Ring Mountain exists as open space today because of an environmental victory fought by a few local conservationists led by a local named Phyllis Ellman. The land was set for development, however, great efforts were put forth to protect the land. The landscape boasts ancient serpentine rocks with rare lichens as well as several rare wildflowers including the Tiburon Mariposa Lily which is exclusive only to the preserve itself.
It was a sunny Sunday afternoon when I pulled up to the Phyllis Ellman Trailhead along Paradise Drive. Many cars filled the shoulder which told me I wouldn’t be alone on my hike.
I loaded my pack and headed off up the trail. The north side of Ring Mountain is great because it remains largely wind protected as opposed to the ridge tops which are often quite gusty. I de-layered and continued onward and upward observing many species of wildflowers along the way. Among some of the usual suspects were False Lupine, Blue Dicks, Yarrow, Buttercups, Goldfields,Blue Eyed Grass and Iris’s. Poison Oak crowds the trails and the leaves in this area can take on an entirely different shape so BEWARE. A bad bout with it several years ago contracted from this same location led me to a hospital visit. A little further up the trail brought me to my first rare wildflower of the day the Oakland Mariposa Lily also known as the Oakland Star Tulip.
The small whitish pink flowers are somewhat difficult to locate as they are tucked in the grass and low to the ground. As the grasses quickly grow taller in weeks to come, the flowers will become increasingly more difficult to find, not to mention their blooms won’t last long.
The Oakland Mariposa Lily is sometimes mistaken for the rarer Tiburon Mariposa Lily which normally doesn’t bloom until late May or early June.
The trail levels out a bit and comes to a signed junction with the Loop Trail. I continued on the Phyllis Ellman Trail which heads steeply up hill. Encountering more Star Tulips along the way, I stopped to observe.
In winter and in early spring this trail can be very muddy but today it was in dry condition. The landscape was strewn with colorful lichen blanketed boulders, or exotic blocks; several Western Bluebirds perched on top of the rocks but were quite skittish upon my approach.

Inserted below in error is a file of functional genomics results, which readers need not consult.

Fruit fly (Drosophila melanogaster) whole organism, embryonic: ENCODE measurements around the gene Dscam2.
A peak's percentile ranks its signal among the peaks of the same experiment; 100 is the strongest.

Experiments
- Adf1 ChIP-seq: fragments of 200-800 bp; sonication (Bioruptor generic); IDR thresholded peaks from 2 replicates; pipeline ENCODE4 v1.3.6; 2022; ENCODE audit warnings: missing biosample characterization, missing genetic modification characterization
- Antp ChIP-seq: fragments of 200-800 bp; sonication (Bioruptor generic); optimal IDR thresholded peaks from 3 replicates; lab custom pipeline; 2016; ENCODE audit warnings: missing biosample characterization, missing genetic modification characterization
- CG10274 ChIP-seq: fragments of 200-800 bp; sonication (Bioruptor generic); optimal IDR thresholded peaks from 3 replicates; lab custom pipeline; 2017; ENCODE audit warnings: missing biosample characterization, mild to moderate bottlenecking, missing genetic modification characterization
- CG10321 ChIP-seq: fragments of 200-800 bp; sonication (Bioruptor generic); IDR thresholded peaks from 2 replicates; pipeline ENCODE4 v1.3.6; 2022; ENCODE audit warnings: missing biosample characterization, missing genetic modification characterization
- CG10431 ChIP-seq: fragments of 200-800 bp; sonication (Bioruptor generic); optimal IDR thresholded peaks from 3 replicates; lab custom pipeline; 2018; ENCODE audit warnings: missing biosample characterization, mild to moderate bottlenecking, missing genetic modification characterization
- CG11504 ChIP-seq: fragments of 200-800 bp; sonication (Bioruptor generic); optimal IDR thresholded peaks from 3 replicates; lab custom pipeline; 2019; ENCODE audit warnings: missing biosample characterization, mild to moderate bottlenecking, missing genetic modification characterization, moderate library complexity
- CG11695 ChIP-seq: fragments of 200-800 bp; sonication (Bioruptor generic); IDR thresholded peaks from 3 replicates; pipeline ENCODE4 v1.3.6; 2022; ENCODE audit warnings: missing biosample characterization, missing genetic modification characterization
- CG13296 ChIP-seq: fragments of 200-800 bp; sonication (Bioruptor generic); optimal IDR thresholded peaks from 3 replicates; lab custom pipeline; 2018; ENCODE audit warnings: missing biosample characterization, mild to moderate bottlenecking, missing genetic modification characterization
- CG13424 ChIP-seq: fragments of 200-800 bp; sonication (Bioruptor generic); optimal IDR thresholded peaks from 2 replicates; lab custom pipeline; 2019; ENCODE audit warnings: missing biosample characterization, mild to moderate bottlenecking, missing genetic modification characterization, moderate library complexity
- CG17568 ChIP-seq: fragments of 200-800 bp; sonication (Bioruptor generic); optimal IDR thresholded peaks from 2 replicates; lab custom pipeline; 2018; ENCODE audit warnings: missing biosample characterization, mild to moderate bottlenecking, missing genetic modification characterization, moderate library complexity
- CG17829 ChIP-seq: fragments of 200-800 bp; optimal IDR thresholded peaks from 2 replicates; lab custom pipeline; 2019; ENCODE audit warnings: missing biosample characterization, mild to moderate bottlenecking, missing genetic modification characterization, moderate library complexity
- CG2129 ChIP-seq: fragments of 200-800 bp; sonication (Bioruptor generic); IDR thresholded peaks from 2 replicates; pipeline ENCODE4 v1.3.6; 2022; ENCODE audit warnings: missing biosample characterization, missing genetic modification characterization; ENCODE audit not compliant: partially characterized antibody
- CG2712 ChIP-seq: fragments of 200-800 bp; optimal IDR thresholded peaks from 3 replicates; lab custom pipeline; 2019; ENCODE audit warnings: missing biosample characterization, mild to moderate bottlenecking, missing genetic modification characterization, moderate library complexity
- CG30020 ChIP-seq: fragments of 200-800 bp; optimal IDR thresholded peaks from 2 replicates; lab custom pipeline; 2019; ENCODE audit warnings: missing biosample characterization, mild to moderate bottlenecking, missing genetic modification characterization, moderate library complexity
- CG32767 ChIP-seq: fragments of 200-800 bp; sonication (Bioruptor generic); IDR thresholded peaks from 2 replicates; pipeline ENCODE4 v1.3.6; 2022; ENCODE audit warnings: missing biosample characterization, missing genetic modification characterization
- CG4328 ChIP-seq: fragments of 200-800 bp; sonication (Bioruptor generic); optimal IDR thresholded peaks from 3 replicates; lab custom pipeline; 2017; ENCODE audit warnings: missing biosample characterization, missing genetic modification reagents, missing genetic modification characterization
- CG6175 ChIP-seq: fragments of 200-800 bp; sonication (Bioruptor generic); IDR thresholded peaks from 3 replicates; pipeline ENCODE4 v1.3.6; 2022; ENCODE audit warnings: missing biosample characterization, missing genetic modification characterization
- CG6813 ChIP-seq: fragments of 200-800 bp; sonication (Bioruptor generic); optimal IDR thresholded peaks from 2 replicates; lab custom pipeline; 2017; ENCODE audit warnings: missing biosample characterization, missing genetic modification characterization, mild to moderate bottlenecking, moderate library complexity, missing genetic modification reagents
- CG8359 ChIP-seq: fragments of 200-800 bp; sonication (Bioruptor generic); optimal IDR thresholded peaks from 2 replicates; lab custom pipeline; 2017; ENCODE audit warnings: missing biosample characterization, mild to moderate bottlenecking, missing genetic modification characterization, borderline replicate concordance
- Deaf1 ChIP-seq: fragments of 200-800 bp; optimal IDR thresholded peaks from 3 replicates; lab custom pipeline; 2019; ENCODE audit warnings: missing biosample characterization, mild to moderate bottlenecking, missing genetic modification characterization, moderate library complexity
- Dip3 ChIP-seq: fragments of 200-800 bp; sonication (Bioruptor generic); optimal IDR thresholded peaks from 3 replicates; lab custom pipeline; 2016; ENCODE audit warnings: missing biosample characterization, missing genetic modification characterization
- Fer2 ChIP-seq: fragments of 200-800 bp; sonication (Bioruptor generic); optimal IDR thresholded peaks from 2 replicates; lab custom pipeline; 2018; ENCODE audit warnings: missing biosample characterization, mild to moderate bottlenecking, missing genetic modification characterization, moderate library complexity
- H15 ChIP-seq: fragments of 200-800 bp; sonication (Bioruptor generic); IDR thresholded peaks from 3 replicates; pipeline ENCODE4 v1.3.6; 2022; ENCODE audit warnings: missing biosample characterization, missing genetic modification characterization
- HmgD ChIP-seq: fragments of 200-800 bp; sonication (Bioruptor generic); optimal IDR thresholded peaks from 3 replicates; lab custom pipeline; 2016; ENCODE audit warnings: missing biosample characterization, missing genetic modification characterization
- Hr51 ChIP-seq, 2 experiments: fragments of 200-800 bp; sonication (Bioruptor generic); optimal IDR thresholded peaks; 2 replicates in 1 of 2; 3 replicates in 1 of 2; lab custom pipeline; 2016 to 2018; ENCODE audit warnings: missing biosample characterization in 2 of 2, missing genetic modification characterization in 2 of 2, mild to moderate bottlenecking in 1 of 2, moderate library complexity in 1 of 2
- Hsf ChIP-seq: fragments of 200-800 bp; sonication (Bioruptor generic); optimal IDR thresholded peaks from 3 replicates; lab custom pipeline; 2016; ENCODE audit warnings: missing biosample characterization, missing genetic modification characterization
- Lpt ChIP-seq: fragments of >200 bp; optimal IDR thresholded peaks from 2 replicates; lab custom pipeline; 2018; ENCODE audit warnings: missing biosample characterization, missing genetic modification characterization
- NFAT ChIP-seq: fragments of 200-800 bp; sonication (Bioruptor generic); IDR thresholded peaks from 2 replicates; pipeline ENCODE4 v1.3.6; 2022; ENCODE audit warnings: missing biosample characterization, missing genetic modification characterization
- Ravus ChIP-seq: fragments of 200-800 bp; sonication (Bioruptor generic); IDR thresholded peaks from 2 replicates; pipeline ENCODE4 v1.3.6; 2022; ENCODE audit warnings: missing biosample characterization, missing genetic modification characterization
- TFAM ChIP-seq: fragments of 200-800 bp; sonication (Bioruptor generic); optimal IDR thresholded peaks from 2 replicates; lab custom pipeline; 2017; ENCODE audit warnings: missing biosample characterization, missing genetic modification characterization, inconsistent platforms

I exited the Phyllis Ellman trail onto a defined use path heading toward the top of the ridge.
Once at the top, I made my way to Turtle Rock, a fine example of earths metamorphic magic. More boulders known as exotic blocks were prevalent on the ridge and southern flanks. Fence Lizards perched at the top of several rocks taking in the last of the days sun.
I veered northwest to a somewhat secluded ridge that I call Butterfly Knoll. The usual gale that is present on the ridge was absent and I enjoyed the warm sun beating down on my skin. Sure enough, several species of butterflies fluttered about. I managed to capture a few in their brief stillness.
Not only was this knoll rife with butterflies, but wildflowers literally blanketed large patches of the surrounding grasslands. With a mix of Purple Owls Clover, Goldfields, Poppies, Tidy Tips and more. I felt as if I were in a wildflower wonderland.
Another rare flower known as Tiburon Paintbrush was quite abundant on the ridge as well.
Expansive views of Mt. Tamalpais, San Francisco and the surrounding bay are truly impressive and the perspectives from the ridge tops of Ring Mountain are like no other.
The sun sank behind Mt. Tam while a Red Tailed Hawk and White Tailed Kite aviated the sky in pursuit of prey.
Upon my descent I was absorbed observing a succulent when I nearly stepped on a burrowing owl. Greatly startled it quickly took off, startling me as well, then flew a short distance downhill and disappeared into the taller grass. It is a great reminder that sometimes the more you look the less you see.
I hiked back to the car successfully avoiding any poison oak along the way. In the end of May or early June I will journey back to Ring Mountain in search of the Tiburon Mariposa Lily.